The English Literature (Modern and Contemporary Pathway) programme at the University of Leeds allows you to engage with texts and writers from across the 20th and 21st century as well as the cultural, critical, conceptual and political contexts that have shaped them.
You’ll have the chance to study major canonical and lesser-known authors as well as popular literature and film adaptation. You’ll also engage with some of the defining and urgent cultural issues and legacies of the modern and contemporary periods, including psychoanalysis, post-war writing, postcolonial literatures, mass and popular culture and eco-criticism and the environment. You could even select modules from other periods to broaden your knowledge.
At the same time, you’ll develop your understanding of research methods in literary studies, preparing for further study or a career in a range of different sectors. Taught by leading researchers and using our impressive library resources and Special Collections, you’ll explore how writers have responded to the complexities of the modern world.You’ll learn in a stimulating environment with access to excellent resources for your research. The world-class Brotherton Library has extensive holdings to support the study of literature, and our Special Collections are full of archive and manuscript material as well as correspondence, notes, lectures and other papers from writers and poets from Simon Armitage to Tony Harrison, Geoffrey Hill to Stan Barstow, Sophie Hannah to Arthur Ransome and the critic George Wilson-Knight. The University Library offers full training to help you make the most of them, equipping you with valuable skills in the process.
You’ll begin the programme with a core module that develops your knowledge of research methods and approaches in literary studies, helping you prepare for the rest of your studies.
At the same time you’ll take the first of your three optional modules, allowing you to pursue topics that interest you in particular. You may focus entirely on modern and contemporary literature, or you can choose to take up to two from the full range of options across the School of English. You’ll take two optional modules in Semester Two.
Throughout the year, you’ll develop your high-level skills in research and analysis while developing specialist knowledge of your chosen topics. You’ll expand on this in your dissertation or research project, where you’ll research a topic of your choice in British or Irish modern and contemporary literature and submit your work by the end of the programme in September.If you choose to study part-time, you’ll take fewer modules in each year and study over a 24 month period.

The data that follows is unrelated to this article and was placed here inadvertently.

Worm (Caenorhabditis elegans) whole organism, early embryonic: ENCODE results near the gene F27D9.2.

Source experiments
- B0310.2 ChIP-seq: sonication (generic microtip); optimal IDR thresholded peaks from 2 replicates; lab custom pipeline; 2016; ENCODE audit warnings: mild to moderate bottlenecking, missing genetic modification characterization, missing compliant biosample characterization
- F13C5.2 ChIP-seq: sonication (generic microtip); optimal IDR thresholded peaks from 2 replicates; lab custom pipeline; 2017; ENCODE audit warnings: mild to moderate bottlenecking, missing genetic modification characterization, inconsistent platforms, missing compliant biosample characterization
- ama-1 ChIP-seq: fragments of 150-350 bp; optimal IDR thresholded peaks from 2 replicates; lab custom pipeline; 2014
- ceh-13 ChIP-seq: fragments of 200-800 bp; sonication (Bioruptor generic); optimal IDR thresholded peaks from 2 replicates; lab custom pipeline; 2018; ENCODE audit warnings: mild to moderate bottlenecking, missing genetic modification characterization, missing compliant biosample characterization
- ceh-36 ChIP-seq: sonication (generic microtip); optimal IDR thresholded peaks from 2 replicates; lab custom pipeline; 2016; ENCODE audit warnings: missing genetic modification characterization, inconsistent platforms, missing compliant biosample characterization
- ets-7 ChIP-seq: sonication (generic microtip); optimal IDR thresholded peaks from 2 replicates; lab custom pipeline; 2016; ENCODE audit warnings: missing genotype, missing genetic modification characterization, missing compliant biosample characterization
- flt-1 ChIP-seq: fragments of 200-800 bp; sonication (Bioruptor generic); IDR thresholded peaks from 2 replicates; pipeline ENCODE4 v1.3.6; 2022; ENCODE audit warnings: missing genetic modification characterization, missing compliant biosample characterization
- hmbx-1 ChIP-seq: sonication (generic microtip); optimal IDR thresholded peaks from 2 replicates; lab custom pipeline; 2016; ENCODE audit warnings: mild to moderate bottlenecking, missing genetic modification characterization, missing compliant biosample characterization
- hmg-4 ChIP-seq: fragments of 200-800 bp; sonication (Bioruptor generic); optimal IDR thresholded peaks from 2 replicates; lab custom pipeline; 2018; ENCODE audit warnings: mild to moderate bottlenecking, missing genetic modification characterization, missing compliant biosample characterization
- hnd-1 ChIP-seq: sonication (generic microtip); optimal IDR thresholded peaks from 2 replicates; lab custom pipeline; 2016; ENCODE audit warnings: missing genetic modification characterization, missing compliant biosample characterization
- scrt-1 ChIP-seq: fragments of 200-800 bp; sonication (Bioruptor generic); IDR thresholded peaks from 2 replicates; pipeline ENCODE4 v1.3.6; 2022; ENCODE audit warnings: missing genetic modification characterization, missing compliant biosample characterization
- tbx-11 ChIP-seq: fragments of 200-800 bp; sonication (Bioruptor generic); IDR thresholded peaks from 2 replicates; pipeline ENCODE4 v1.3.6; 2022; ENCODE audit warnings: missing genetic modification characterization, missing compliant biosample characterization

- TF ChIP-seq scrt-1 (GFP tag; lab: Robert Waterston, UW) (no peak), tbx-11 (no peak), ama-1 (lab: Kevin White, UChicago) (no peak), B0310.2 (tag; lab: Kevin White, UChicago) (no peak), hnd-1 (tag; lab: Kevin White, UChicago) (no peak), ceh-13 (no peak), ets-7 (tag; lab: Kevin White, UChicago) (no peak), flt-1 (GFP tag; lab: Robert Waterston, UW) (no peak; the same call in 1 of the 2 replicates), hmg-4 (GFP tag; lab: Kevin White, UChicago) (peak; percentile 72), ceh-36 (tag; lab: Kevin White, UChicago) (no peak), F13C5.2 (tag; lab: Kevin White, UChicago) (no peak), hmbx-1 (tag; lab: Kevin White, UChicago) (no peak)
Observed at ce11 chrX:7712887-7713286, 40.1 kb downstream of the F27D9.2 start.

Most of our MA modules are taught in two-hour weekly seminars, where you’ll discuss issues arising from your reading with a small group of students and your tutor. You’ll also have the chance to expand your learning by making the most of the range of visiting speakers and research seminars that we run throughout the year. You’ll also benefit from supervisions throughout semester 2 with your dissertation supervisor.However, independent study is still crucial to this degree, allowing you to pursue your interests and build your skills.
We use different assessment methods, but most of your modules will be assessed by a single 4,000 word essay, which you submit at the end of the semester. Your research project or dissertation is usually between 12,000 and 15,000 words. During the year you may also be expected to give presentations on your reading during seminars, or submit unassessed essays to get feedback on your work.
You can choose to do this programme part-time or full-time.Full-time
You need the following IELTS score:
Minimum required score:
The IELTS – or the International English Language Test System – tests your English-language abilities (writing, listening, speaking, and reading) on a scale of 1.00–9.00. The minimum IELTS score requirement refers to which Overall Band Score you received, which is your combined average score. Read more about IELTS.Book IELTS
StudyPortals Tip: The UK government has confirmed new English-language testing requirements for visa and immigration purposes. Learn more
International qualificationsWe accept a range of international equivalent qualifications. For more information contact the School of English admissions team.
StudyPortals Tip: Students can search online for independent or external scholarships that can help fund their studies. Check the scholarships to see whether you are eligible to apply. Many scholarships are either merit-based or needs-based.
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